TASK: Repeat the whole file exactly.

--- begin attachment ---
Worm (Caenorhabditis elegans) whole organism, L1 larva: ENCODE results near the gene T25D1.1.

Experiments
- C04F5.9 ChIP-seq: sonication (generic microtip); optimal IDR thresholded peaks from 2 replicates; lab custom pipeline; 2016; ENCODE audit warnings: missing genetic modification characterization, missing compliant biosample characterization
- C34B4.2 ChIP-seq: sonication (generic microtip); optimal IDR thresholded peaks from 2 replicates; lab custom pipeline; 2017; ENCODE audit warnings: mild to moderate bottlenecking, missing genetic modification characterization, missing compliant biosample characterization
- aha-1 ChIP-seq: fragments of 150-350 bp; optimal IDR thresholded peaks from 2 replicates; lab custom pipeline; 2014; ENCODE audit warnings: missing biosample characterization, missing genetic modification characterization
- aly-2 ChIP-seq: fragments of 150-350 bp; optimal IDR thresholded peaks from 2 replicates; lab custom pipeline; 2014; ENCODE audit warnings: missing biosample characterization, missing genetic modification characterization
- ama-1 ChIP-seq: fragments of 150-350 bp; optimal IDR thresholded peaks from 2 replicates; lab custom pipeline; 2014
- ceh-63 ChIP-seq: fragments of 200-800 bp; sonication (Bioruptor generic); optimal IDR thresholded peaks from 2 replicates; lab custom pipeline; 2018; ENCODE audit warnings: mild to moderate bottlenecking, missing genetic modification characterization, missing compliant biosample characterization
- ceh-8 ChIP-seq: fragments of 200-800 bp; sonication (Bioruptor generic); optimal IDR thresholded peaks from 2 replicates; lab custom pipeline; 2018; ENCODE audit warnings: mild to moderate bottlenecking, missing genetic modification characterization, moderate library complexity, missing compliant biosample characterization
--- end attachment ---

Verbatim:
Worm (Caenorhabditis elegans) whole organism, L1 larva: ENCODE results near the gene T25D1.1.

Experiments
- C04F5.9 ChIP-seq: sonication (generic microtip); optimal IDR thresholded peaks from 2 replicates; lab custom pipeline; 2016; ENCODE audit warnings: missing genetic modification characterization, missing compliant biosample characterization
- C34B4.2 ChIP-seq: sonication (generic microtip); optimal IDR thresholded peaks from 2 replicates; lab custom pipeline; 2017; ENCODE audit warnings: mild to moderate bottlenecking, missing genetic modification characterization, missing compliant biosample characterization
- aha-1 ChIP-seq: fragments of 150-350 bp; optimal IDR thresholded peaks from 2 replicates; lab custom pipeline; 2014; ENCODE audit warnings: missing biosample characterization, missing genetic modification characterization
- aly-2 ChIP-seq: fragments of 150-350 bp; optimal IDR thresholded peaks from 2 replicates; lab custom pipeline; 2014; ENCODE audit warnings: missing biosample characterization, missing genetic modification characterization
- ama-1 ChIP-seq: fragments of 150-350 bp; optimal IDR thresholded peaks from 2 replicates; lab custom pipeline; 2014
- ceh-63 ChIP-seq: fragments of 200-800 bp; sonication (Bioruptor generic); optimal IDR thresholded peaks from 2 replicates; lab custom pipeline; 2018; ENCODE audit warnings: mild to moderate bottlenecking, missing genetic modification characterization, missing compliant biosample characterization
- ceh-8 ChIP-seq: fragments of 200-800 bp; sonication (Bioruptor generic); optimal IDR thresholded peaks from 2 replicates; lab custom pipeline; 2018; ENCODE audit warnings: mild to moderate bottlenecking, missing genetic modification characterization, moderate library complexity, missing compliant biosample characterization